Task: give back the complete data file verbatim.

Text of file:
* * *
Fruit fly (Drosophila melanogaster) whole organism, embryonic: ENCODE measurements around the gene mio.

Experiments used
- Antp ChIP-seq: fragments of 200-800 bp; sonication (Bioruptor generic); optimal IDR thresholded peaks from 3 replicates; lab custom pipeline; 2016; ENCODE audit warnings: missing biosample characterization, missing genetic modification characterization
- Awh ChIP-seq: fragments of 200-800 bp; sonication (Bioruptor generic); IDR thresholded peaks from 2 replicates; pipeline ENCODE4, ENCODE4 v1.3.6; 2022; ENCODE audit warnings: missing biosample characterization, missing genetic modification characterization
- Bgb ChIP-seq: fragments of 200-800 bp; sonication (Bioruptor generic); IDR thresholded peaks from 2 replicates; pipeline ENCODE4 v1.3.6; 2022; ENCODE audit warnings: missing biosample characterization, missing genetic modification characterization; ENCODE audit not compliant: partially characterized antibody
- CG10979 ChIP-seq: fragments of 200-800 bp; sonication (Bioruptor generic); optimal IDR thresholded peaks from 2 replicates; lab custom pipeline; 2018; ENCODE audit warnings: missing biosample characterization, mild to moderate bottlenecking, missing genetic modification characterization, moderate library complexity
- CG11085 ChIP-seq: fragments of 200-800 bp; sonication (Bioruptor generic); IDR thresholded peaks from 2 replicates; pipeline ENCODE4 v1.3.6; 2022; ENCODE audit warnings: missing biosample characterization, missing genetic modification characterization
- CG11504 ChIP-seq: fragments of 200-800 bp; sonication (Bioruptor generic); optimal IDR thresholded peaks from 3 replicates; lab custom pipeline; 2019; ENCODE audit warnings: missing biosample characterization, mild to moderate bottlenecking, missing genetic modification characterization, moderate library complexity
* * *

Fruit fly (Drosophila melanogaster) whole organism, embryonic: ENCODE measurements around the gene mio.

Experiments used
- Antp ChIP-seq: fragments of 200-800 bp; sonication (Bioruptor generic); optimal IDR thresholded peaks from 3 replicates; lab custom pipeline; 2016; ENCODE audit warnings: missing biosample characterization, missing genetic modification characterization
- Awh ChIP-seq: fragments of 200-800 bp; sonication (Bioruptor generic); IDR thresholded peaks from 2 replicates; pipeline ENCODE4, ENCODE4 v1.3.6; 2022; ENCODE audit warnings: missing biosample characterization, missing genetic modification characterization
- Bgb ChIP-seq: fragments of 200-800 bp; sonication (Bioruptor generic); IDR thresholded peaks from 2 replicates; pipeline ENCODE4 v1.3.6; 2022; ENCODE audit warnings: missing biosample characterization, missing genetic modification characterization; ENCODE audit not compliant: partially characterized antibody
- CG10979 ChIP-seq: fragments of 200-800 bp; sonication (Bioruptor generic); optimal IDR thresholded peaks from 2 replicates; lab custom pipeline; 2018; ENCODE audit warnings: missing biosample characterization, mild to moderate bottlenecking, missing genetic modification characterization, moderate library complexity
- CG11085 ChIP-seq: fragments of 200-800 bp; sonication (Bioruptor generic); IDR thresholded peaks from 2 replicates; pipeline ENCODE4 v1.3.6; 2022; ENCODE audit warnings: missing biosample characterization, missing genetic modification characterization
- CG11504 ChIP-seq: fragments of 200-800 bp; sonication (Bioruptor generic); optimal IDR thresholded peaks from 3 replicates; lab custom pipeline; 2019; ENCODE audit warnings: missing biosample characterization, mild to moderate bottlenecking, missing genetic modification characterization, moderate library complexity